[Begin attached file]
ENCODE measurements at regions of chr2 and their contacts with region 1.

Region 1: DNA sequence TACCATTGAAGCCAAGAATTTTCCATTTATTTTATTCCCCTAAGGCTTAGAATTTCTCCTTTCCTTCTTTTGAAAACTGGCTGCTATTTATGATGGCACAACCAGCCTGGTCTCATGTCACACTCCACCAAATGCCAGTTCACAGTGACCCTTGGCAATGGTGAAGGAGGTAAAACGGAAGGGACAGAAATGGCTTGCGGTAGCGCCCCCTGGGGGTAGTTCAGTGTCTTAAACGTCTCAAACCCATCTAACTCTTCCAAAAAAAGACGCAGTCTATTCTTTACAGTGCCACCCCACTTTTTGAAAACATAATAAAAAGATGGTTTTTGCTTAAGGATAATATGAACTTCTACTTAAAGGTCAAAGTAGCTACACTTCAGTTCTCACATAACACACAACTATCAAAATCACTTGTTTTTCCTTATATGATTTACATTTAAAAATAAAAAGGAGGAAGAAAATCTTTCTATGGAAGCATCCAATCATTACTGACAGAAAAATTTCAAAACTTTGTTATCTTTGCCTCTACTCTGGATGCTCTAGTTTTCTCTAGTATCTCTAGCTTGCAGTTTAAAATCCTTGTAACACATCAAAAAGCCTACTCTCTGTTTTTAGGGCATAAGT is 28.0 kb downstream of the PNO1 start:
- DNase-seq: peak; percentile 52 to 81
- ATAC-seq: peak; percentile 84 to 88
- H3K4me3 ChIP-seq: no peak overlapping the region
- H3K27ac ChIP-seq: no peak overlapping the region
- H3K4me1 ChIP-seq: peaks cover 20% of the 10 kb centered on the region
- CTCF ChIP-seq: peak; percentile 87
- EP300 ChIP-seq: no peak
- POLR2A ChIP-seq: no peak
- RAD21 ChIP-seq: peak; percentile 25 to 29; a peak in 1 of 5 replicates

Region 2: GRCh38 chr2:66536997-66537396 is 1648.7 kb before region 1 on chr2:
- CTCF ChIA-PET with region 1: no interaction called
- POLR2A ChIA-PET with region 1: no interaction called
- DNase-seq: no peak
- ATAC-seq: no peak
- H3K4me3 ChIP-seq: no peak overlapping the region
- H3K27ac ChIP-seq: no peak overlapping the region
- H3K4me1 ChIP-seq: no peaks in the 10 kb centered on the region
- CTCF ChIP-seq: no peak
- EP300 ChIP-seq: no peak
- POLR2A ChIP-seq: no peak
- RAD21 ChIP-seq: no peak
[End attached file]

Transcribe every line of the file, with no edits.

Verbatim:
ENCODE measurements at regions of chr2 and their contacts with region 1.

Region 1: DNA sequence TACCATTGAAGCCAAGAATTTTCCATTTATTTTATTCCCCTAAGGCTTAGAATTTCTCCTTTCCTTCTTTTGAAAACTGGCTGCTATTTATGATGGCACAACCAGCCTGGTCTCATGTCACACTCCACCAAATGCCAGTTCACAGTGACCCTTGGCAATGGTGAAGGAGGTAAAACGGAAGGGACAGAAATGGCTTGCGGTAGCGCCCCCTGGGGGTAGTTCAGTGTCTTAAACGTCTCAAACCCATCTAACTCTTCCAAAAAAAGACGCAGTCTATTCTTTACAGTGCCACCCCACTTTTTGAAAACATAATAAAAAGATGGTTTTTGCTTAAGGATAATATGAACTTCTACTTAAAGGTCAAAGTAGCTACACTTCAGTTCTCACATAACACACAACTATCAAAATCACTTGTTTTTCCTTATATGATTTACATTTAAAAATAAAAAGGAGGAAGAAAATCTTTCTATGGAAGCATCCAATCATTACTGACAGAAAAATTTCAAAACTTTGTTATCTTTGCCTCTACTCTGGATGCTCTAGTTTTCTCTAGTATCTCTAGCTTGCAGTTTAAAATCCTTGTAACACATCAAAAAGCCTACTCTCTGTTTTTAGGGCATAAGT is 28.0 kb downstream of the PNO1 start:
- DNase-seq: peak; percentile 52 to 81
- ATAC-seq: peak; percentile 84 to 88
- H3K4me3 ChIP-seq: no peak overlapping the region
- H3K27ac ChIP-seq: no peak overlapping the region
- H3K4me1 ChIP-seq: peaks cover 20% of the 10 kb centered on the region
- CTCF ChIP-seq: peak; percentile 87
- EP300 ChIP-seq: no peak
- POLR2A ChIP-seq: no peak
- RAD21 ChIP-seq: peak; percentile 25 to 29; a peak in 1 of 5 replicates

Region 2: GRCh38 chr2:66536997-66537396 is 1648.7 kb before region 1 on chr2:
- CTCF ChIA-PET with region 1: no interaction called
- POLR2A ChIA-PET with region 1: no interaction called
- DNase-seq: no peak
- ATAC-seq: no peak
- H3K4me3 ChIP-seq: no peak overlapping the region
- H3K27ac ChIP-seq: no peak overlapping the region
- H3K4me1 ChIP-seq: no peaks in the 10 kb centered on the region
- CTCF ChIP-seq: no peak
- EP300 ChIP-seq: no peak
- POLR2A ChIP-seq: no peak
- RAD21 ChIP-seq: no peak